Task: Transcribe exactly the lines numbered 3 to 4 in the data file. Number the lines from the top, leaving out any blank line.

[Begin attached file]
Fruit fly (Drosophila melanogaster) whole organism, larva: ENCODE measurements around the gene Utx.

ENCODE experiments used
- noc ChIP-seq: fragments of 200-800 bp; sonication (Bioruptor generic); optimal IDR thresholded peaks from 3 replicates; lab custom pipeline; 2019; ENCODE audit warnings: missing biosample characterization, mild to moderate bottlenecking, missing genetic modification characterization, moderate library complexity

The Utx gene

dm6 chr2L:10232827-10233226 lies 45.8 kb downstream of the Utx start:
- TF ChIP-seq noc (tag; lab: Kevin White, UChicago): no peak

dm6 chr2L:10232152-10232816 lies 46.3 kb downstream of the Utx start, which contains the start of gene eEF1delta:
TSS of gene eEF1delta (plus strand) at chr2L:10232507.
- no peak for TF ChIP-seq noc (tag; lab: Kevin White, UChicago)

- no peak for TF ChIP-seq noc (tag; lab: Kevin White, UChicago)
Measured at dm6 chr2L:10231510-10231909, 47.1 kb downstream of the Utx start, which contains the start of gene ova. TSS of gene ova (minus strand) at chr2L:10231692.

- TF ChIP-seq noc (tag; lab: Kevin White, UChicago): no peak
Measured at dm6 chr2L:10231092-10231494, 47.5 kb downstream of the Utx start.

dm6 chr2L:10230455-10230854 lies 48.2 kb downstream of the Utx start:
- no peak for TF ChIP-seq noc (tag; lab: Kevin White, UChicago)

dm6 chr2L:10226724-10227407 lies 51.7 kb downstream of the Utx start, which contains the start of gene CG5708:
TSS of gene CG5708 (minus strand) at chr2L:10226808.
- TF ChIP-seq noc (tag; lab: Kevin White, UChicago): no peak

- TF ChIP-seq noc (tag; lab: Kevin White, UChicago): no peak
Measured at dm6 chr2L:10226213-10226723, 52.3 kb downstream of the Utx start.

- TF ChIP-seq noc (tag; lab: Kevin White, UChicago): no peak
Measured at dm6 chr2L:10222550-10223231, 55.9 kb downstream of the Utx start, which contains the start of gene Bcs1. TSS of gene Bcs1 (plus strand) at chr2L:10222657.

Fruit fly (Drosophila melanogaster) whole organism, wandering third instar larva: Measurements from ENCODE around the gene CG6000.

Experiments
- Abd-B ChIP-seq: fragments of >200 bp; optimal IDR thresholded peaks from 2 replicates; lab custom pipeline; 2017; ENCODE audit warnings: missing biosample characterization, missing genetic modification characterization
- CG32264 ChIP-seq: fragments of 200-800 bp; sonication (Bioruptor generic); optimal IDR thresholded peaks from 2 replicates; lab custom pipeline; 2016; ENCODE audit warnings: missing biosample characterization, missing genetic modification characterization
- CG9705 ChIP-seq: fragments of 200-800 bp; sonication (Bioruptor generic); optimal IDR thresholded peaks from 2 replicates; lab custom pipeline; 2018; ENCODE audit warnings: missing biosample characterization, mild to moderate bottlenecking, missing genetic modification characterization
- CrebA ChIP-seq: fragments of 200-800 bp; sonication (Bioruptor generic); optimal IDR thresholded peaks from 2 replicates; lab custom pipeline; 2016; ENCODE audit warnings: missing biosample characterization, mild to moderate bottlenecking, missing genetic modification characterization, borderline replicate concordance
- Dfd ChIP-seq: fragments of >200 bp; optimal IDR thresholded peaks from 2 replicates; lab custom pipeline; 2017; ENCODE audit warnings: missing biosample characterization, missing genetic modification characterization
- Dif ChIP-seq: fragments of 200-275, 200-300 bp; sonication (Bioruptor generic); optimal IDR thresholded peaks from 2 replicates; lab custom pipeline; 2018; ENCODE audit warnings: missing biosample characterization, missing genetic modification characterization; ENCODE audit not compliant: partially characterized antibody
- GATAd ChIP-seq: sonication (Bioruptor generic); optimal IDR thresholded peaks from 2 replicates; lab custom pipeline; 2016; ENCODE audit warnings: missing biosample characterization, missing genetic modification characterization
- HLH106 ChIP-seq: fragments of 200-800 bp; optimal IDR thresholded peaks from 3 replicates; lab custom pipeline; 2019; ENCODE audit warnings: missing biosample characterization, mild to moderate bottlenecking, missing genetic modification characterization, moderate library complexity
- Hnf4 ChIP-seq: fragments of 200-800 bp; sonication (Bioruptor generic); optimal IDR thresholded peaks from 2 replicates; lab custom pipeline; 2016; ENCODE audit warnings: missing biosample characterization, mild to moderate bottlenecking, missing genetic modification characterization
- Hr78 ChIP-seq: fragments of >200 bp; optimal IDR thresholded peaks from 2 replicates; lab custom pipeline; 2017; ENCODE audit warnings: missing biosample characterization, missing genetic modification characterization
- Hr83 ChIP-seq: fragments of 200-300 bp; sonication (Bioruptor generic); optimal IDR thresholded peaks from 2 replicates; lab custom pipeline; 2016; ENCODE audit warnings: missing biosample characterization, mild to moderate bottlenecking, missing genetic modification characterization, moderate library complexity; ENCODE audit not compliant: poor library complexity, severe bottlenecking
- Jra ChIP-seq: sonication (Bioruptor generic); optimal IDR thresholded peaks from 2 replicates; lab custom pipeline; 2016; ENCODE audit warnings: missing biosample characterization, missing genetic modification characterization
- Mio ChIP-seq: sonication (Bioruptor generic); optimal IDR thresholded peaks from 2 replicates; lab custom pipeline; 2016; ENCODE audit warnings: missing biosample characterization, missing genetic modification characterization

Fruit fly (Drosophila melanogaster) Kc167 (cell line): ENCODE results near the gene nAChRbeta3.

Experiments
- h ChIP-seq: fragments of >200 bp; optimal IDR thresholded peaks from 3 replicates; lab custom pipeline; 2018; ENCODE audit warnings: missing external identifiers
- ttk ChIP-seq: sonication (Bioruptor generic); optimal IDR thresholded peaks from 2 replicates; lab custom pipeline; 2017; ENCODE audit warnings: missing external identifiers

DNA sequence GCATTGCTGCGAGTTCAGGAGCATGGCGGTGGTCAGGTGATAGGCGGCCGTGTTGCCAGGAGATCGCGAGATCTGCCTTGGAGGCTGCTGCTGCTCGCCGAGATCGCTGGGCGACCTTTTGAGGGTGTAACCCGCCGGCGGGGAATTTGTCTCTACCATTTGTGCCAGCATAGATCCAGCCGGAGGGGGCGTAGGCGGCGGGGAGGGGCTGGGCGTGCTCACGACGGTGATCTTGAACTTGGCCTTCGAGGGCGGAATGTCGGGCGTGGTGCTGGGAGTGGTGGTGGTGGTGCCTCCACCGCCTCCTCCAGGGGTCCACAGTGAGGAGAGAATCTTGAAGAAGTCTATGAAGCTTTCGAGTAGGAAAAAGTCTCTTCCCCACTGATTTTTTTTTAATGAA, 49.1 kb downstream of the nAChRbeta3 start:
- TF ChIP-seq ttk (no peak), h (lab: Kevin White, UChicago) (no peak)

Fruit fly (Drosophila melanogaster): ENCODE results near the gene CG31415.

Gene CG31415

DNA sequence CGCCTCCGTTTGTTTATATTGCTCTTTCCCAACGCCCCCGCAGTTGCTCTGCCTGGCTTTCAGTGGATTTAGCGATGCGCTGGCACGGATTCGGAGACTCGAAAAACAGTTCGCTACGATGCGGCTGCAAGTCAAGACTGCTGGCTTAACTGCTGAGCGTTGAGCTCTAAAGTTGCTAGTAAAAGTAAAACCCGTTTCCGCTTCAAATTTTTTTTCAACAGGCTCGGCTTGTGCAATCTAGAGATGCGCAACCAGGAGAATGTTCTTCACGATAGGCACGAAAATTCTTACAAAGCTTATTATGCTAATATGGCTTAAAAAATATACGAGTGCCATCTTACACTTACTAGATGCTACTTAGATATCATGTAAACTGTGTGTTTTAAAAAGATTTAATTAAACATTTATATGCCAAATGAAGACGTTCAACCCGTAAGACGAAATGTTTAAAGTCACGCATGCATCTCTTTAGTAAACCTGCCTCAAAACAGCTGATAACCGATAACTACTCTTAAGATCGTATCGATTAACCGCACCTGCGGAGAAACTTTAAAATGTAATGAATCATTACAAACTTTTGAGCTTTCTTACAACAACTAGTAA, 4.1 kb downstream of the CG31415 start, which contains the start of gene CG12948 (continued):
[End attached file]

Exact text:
- noc ChIP-seq: fragments of 200-800 bp; sonication (Bioruptor generic); optimal IDR thresholded peaks from 3 replicates; lab custom pipeline; 2019; ENCODE audit warnings: missing biosample characterization, mild to moderate bottlenecking, missing genetic modification characterization, moderate library complexity

The Utx gene